The southern part of the Fish Creek Range is located in central Nevada, ~40 km south of the town of Eureka (fig. 1). Previous studies in the Fish Creek Range (e.g., Merriam, 1967; Hose, 1983; Sans, 1986) have presented differing interpretations of the tectonic significance of Paleozoic, Mesozoic, and Cenozoic rock units exposed in the southern part of the range, including using different naming schemes for Paleozoic sedimentary rock units (e.g., Hose, 1983; Poole et al., 1983) and varying interpretations of the depositional age range and nature (i.e., stratigraphic versus structural) of the upper and lower contacts of the Cretaceous Newark Canyon Formation (NCF) and Paleogene Sheep Pass Formation (e.g., Hose, 1983; Sans, 1986). These Cretaceous and Paleogene sedimentary units are only sparsely exposed in eastern Nevada, and therefore the southern Fish Creek Range is an important field locality that offers a rare opportunity to bracket the timing of Mesozoic and early Cenozoic depositional events. In addition, the southern Fish Creek Range also has been interpreted to lie within the central Nevada thrust belt (CNTB), a system of north-striking, east-vergent thrust faults and folds that branch northward off the Sevier thrust in southern Nevada (fig. 1; e.g., Taylor et al., 1993, 2000). However, to date there have been vastly differing interpretations presented for the geometry, timing, and tectonic significance of contractional structures in the southern Fish Creek Range (e.g., Hose, 1983; Sans, 1986).
The purpose of this study is to present an updated structural and stratigraphic interpretation of rock units in the southern Fish Creek Range. Here, we present a new 1:15,000-scale geologic map, which covers an area of ~21.5 km2 and focuses on the outcrop extent of the NCF and Sheep Pass Formation. This technical report, which is meant to accompany the geologic map, presents revisions to the Paleozoic stratigraphy as mapped by Hose (1983), divides the NCF into four mappable members, and presents an updated view of the structural framework of the range, including documenting a previously unmapped thrust fault. In addition, new U-Pb zircon geochronology presented in Di Fiori et al. (2021) provides additional depositional age constraints on both the NCF and the Sheep Pass Formation.
Geologic map of the southern Fish Creek Range, Eureka and Nye counties, Nevada [MAP AND TEXT] (unr.edu)
Geologic map of the southern Diamond Mountains, Eureka and White Pine counties, Nevada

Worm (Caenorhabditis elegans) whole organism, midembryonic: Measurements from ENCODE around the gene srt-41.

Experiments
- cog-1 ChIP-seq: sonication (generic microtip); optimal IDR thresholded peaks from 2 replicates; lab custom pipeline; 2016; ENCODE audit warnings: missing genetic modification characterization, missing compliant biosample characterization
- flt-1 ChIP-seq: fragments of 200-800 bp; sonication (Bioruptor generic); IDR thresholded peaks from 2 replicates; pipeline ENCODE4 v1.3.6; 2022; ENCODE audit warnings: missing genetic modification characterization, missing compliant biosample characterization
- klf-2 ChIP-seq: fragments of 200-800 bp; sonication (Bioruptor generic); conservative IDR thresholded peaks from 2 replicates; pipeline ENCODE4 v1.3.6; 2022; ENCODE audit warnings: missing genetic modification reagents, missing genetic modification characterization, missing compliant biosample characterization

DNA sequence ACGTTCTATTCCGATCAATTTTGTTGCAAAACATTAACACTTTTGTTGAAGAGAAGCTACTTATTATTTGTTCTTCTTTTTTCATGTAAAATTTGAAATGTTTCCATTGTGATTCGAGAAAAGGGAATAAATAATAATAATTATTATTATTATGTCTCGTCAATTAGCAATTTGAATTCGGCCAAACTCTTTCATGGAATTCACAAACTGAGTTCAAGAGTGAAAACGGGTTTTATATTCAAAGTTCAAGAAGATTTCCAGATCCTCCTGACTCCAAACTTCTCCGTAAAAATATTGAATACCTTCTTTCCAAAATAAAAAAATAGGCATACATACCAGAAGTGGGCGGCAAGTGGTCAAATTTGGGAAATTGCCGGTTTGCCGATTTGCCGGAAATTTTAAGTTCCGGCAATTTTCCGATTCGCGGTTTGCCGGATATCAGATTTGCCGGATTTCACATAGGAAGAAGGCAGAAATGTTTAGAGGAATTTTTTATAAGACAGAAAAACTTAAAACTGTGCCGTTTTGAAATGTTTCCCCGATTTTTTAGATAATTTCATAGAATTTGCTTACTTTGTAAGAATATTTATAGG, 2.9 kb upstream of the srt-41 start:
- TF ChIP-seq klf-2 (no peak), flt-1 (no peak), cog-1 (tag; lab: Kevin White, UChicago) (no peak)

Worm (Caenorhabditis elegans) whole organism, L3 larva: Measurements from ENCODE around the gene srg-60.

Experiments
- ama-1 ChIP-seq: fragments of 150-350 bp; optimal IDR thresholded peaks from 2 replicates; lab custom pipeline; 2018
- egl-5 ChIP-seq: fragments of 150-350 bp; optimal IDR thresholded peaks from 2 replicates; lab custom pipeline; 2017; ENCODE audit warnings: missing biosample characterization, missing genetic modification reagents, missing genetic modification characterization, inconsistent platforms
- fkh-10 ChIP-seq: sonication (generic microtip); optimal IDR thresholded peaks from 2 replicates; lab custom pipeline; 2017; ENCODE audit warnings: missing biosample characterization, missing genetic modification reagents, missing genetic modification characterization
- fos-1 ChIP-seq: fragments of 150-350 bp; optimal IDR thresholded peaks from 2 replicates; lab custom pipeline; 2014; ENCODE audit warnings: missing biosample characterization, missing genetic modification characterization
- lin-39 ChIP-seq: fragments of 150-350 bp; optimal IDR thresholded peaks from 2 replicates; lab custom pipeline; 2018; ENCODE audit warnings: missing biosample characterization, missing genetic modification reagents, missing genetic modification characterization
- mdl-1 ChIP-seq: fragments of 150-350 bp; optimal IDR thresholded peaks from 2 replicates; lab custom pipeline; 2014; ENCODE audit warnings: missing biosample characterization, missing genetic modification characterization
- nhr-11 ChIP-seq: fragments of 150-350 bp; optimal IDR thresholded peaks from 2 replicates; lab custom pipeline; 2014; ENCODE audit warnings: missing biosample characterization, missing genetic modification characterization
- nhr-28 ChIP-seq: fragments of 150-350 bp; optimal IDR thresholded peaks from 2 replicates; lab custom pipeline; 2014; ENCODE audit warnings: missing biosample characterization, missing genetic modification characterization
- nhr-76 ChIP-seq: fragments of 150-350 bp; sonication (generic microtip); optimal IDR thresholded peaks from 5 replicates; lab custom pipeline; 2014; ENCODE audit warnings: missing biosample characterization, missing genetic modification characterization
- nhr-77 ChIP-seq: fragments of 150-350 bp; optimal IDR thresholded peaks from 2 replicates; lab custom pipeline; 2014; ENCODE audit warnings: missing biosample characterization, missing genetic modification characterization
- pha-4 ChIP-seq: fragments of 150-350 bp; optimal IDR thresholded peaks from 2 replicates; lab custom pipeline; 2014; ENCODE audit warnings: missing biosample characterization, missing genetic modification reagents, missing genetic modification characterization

Author: Russell V. Di Fiori and Sean P. Long
Series: Open-File Report 2022-04
Format: sheet: 58.5 x 38.5 inches, color, cross sections; text: 10 pages, color
The Diamond Mountains are located in east-central Nevada, east and northeast of the town of Eureka (fig. 1). Early geologic mapping in the surrounding region by Nolan et al. (1962, 1971) revealed exposures of several thrust faults and folds, which have since been interpreted as part of the central Nevada thrust belt (CNTB), a system of N-striking contractional structures that branch northward off of the Sevier fold-thrust belt in southern Nevada (e.g., Taylor et al., 2000; Long, 2012, 2015; Long et al., 2014; Di Fiori et al., 2021). The southern part of the Diamond Mountains have been important for this interpretation, as they contain exposures of the Cretaceous Newark Canyon Formation (NCF), which has long been hypothesized to have been deposited during regional contractional deformation (e.g., Nolan et al., 1956; Vandervoort and Schmitt, 1990; Long et al., 2014; Long, 2015). However, there have been significant variations in interpretations of the style, timing, and magnitude of contractional deformation in the southern Diamond Mountains across multiple generations of studies (e.g., Nolan, 1962; Nolan et al., 1971; Druschke et al., 2011; Long et al., 2014). In addition, several generations of Late Cretaceous to Cenozoic normal faults have extensionally dismembered the region (Long et al., 2015), which further complicates the regional structural architecture.
In this study, our goal is to present an updated view of the structural geometry and deformational and depositional history of this complex region of central Nevada, by presenting a new 1:24,000-scale geologic map of the southern Diamond Mountains that covers an area of ~235 km2, including the exposed extent of the NCF (fig. 1). Our field work consisted of new geologic mapping focused on two main exposures of the Newark Canyon Formation, accompanied by compilation and field-checking of key localities on the 1:31,680-scale geologic map of the Eureka 15′ quadrangle (Nolan et al., 1971) and the 1:12,000-scale map of the Eureka mining district (Nolan, 1962). We also present three retro-deformable cross sections, which illustrate the deformation geometry both above and below the modern erosion surface. This map and technical report are meant to accompany Di Fiori et al. (2020), which presents details on the stratigraphy, deposition timing, and deformational history of the NCF in the southern Diamond Mountains. This report presents detailed descriptions of members of the NCF that we defined in our mapping, as well as descriptions of Paleozoic sedimentary rock units, and explains revisions to the older structural interpretations that we have performed in our new work.